Treasure Hidden

A short TV clip caught my attention today. A few kilometers from St Julien is Vallon Pont-D’Arc, the gateway to the Ardèche. I visited it last year, along with thousands of other tourists. Hidden away, within earshot of the chattering, lay the Grotte Chauvet-Pont d’Arc  with its cave paintings dating back 32,000 years. France has many such sites, all of which have been more or less spoiled by the tramp of tourist feet, the bacteria in their breath and the exposure to the twenty-first century that they brought with them.  So far, the Chauvet grotto, home to the oldest jewel of Paleolithic cave art yet discovered, is unique in the world and considered to be the birthplace of the art, the cradle of artistic creation. Mammoth, bison, lions, hyenas and other exotic, long-extinct wildlife are depicted. The only thing missing are portraits of the artists themselves; perhaps they considered themselves as mere observers and recorders of creation, too insignificant for their own inclusion. The cavity was discovered in South Ardèche as recently as December 1994 and this treasure is to be handled differently. It will never be revealed to mass tourism; a replica will be made instead. I shall be leaving France in a few days and I was thinking about how much I have seen superficially and know a little about and yet how very little I really understand or have simply not been aware of. Just as the speleologists who first came upon it marveled at the fact that it had been there all the time – under their noses – and anthropologists studied the sophistication of the representations; better than the two dimensional Egyptian and Babylonian remains of so much later when culture was supposed to be higher and men lived in great cities like Nineveh and Thebes. This little movie tells the story.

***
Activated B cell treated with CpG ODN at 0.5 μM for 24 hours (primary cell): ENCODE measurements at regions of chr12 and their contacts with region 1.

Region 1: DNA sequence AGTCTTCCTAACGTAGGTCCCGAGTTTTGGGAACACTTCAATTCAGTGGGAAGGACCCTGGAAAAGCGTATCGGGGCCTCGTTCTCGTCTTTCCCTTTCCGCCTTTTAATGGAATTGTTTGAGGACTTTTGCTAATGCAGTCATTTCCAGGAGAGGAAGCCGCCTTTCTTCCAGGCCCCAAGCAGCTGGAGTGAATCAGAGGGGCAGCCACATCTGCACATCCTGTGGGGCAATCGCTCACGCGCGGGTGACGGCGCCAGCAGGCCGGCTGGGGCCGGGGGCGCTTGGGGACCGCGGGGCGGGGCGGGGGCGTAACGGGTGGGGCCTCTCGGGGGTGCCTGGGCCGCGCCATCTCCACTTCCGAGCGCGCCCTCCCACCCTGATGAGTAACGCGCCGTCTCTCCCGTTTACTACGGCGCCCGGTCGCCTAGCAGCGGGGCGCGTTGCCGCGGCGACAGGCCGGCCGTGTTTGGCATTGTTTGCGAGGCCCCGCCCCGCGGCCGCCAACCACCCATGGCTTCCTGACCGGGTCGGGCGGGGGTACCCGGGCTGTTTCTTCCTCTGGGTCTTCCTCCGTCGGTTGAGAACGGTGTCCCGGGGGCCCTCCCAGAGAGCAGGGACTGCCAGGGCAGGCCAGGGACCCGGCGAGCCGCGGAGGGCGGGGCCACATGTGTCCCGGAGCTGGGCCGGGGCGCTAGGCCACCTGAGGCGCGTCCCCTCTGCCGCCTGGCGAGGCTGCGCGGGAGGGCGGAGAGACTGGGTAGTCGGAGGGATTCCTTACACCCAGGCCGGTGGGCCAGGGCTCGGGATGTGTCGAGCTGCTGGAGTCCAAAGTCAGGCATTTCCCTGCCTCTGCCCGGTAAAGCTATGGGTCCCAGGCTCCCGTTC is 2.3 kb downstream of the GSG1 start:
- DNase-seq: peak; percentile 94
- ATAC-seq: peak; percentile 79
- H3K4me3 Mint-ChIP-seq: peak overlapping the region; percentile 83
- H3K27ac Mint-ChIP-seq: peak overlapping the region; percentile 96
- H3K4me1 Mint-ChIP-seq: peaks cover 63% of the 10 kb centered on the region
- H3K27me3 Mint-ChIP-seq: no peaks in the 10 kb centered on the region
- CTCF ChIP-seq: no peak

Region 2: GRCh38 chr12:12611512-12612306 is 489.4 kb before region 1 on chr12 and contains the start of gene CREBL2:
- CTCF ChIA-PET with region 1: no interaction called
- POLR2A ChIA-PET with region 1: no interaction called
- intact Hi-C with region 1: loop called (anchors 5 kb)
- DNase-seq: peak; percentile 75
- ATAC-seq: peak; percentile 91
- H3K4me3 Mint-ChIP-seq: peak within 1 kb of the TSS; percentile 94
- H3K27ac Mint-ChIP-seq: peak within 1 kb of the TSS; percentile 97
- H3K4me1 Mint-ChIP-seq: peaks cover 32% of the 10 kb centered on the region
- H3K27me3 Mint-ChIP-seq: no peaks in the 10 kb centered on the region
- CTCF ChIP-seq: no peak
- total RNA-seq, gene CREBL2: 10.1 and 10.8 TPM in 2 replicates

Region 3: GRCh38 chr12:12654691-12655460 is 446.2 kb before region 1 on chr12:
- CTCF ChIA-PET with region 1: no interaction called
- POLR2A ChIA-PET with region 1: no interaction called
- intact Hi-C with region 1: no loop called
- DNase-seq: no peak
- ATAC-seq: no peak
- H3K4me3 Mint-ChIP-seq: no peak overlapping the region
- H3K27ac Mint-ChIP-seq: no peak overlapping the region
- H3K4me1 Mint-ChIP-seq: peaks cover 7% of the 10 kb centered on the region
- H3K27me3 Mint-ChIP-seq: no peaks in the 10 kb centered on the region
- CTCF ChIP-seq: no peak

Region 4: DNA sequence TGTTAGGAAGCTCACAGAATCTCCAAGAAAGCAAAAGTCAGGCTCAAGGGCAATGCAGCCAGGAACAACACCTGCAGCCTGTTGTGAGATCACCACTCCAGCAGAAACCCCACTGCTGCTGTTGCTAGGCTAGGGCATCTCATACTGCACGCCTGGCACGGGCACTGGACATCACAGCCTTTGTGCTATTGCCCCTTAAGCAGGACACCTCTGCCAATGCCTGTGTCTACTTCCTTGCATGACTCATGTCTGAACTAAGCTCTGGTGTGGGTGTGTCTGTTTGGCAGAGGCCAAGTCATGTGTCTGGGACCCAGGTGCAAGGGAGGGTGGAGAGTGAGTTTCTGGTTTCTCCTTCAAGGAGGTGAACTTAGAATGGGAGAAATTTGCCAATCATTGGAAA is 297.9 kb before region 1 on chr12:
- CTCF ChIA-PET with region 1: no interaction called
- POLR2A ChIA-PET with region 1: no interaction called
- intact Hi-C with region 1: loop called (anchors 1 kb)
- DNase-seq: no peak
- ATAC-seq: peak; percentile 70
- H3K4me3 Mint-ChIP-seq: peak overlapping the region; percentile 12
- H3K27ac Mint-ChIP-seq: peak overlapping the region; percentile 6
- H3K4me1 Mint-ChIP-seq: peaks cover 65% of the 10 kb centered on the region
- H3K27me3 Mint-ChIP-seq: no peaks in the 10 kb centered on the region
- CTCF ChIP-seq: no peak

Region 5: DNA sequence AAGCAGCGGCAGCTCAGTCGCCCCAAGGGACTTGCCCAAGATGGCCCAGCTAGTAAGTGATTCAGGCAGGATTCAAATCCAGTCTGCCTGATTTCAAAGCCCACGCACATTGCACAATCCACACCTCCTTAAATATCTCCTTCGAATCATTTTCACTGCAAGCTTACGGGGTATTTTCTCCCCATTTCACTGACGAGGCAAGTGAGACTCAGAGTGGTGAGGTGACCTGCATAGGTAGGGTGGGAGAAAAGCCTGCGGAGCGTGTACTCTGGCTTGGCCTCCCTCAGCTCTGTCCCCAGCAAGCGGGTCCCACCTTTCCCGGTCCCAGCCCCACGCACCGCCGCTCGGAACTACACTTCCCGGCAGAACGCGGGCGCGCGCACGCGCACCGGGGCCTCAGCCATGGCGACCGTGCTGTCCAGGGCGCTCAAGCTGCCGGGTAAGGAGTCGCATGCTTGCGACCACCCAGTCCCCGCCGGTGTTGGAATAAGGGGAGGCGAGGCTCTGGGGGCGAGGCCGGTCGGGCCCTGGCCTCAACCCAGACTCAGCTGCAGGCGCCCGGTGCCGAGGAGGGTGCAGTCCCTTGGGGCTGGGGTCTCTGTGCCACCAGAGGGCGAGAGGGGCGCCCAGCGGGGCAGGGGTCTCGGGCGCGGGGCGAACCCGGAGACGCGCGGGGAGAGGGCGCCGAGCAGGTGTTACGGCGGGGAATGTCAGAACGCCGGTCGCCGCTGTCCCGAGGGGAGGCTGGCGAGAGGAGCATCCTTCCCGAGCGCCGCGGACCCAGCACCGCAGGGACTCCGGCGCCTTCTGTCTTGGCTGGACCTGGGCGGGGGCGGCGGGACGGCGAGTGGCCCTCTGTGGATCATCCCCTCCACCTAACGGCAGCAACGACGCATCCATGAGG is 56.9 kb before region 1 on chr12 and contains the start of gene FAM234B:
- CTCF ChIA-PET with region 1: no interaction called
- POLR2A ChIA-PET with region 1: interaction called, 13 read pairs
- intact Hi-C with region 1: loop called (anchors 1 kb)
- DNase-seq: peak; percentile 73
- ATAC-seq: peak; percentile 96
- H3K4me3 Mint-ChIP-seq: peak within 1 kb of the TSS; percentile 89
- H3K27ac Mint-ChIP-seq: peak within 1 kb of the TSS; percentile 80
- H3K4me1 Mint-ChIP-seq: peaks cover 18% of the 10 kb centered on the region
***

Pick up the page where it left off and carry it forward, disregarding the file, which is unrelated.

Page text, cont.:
The older we get, the less we really know, it would seem.

2 thoughts on “Treasure Hidden

  1. I think the older we get, the more we acknowledge what we don't know. At least if we have developed any humility and wisdom we can own that we don't know everything. I'm still in the 'definitely right or definitely wrong' stage, having a little trouble with the gray areas. I am still hopeful that one day I will be grown up enough to qualify as “wise.” 'Humble' may never happen. :-/


  2. @DM.I so often find a sense of validation and completeness in many of your remarks and wish I had thought of the precise words. How virtues change in this, an age of overconfidence. Moses was described as “a very humble man, more humble than anyone else on the face of the earth.” By today's standards he was clearly wrongly advised. He should have hired an agent, sharpened up his image, let slip some calculated indiscretions about his conversations with the Almighty and sold his story to the press for a six-figure sum. With any luck, he might have landed his own TV show, dispensing wisdom to those willing to bare their soul to the watching millions. Goatherd meets Jerry Springer. He would have had his fifteen minutes of fame. Instead he had to settle for the lesser consolation of three thousand years of moral influence.


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